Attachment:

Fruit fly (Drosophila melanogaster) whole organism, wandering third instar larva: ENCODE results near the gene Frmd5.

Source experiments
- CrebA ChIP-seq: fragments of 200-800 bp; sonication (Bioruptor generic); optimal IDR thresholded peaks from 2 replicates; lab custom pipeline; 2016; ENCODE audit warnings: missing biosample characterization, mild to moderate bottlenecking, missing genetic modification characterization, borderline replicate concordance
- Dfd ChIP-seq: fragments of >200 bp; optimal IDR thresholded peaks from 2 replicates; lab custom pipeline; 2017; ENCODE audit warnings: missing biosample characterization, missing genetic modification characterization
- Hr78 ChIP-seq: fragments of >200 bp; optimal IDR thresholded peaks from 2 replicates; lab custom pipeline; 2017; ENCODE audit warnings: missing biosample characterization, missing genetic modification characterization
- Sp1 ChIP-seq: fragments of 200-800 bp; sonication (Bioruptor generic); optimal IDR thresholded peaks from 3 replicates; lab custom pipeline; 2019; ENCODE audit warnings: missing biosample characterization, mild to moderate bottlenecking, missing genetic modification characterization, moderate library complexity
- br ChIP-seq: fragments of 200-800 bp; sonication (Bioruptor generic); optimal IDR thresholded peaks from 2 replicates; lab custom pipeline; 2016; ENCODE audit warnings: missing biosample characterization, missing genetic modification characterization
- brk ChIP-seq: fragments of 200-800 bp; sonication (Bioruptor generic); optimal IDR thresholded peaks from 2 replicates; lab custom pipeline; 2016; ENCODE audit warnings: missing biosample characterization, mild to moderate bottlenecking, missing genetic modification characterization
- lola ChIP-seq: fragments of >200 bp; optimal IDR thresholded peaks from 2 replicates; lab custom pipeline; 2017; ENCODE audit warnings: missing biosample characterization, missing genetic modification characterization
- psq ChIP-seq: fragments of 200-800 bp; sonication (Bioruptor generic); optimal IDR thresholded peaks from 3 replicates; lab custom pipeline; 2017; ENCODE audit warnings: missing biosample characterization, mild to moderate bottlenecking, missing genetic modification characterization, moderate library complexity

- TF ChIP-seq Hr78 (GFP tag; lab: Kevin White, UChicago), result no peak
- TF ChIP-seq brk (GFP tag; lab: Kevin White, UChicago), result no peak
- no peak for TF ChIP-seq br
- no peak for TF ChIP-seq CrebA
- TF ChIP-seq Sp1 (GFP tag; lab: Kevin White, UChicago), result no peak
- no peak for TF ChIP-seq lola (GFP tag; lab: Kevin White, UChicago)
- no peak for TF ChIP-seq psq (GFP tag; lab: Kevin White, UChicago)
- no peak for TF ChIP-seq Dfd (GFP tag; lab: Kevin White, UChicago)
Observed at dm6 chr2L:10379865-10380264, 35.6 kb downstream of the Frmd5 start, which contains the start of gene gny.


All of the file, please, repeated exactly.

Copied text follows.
Fruit fly (Drosophila melanogaster) whole organism, wandering third instar larva: ENCODE results near the gene Frmd5.

Source experiments
- CrebA ChIP-seq: fragments of 200-800 bp; sonication (Bioruptor generic); optimal IDR thresholded peaks from 2 replicates; lab custom pipeline; 2016; ENCODE audit warnings: missing biosample characterization, mild to moderate bottlenecking, missing genetic modification characterization, borderline replicate concordance
- Dfd ChIP-seq: fragments of >200 bp; optimal IDR thresholded peaks from 2 replicates; lab custom pipeline; 2017; ENCODE audit warnings: missing biosample characterization, missing genetic modification characterization
- Hr78 ChIP-seq: fragments of >200 bp; optimal IDR thresholded peaks from 2 replicates; lab custom pipeline; 2017; ENCODE audit warnings: missing biosample characterization, missing genetic modification characterization
- Sp1 ChIP-seq: fragments of 200-800 bp; sonication (Bioruptor generic); optimal IDR thresholded peaks from 3 replicates; lab custom pipeline; 2019; ENCODE audit warnings: missing biosample characterization, mild to moderate bottlenecking, missing genetic modification characterization, moderate library complexity
- br ChIP-seq: fragments of 200-800 bp; sonication (Bioruptor generic); optimal IDR thresholded peaks from 2 replicates; lab custom pipeline; 2016; ENCODE audit warnings: missing biosample characterization, missing genetic modification characterization
- brk ChIP-seq: fragments of 200-800 bp; sonication (Bioruptor generic); optimal IDR thresholded peaks from 2 replicates; lab custom pipeline; 2016; ENCODE audit warnings: missing biosample characterization, mild to moderate bottlenecking, missing genetic modification characterization
- lola ChIP-seq: fragments of >200 bp; optimal IDR thresholded peaks from 2 replicates; lab custom pipeline; 2017; ENCODE audit warnings: missing biosample characterization, missing genetic modification characterization
- psq ChIP-seq: fragments of 200-800 bp; sonication (Bioruptor generic); optimal IDR thresholded peaks from 3 replicates; lab custom pipeline; 2017; ENCODE audit warnings: missing biosample characterization, mild to moderate bottlenecking, missing genetic modification characterization, moderate library complexity

- TF ChIP-seq Hr78 (GFP tag; lab: Kevin White, UChicago), result no peak
- TF ChIP-seq brk (GFP tag; lab: Kevin White, UChicago), result no peak
- no peak for TF ChIP-seq br
- no peak for TF ChIP-seq CrebA
- TF ChIP-seq Sp1 (GFP tag; lab: Kevin White, UChicago), result no peak
- no peak for TF ChIP-seq lola (GFP tag; lab: Kevin White, UChicago)
- no peak for TF ChIP-seq psq (GFP tag; lab: Kevin White, UChicago)
- no peak for TF ChIP-seq Dfd (GFP tag; lab: Kevin White, UChicago)
Observed at dm6 chr2L:10379865-10380264, 35.6 kb downstream of the Frmd5 start, which contains the start of gene gny.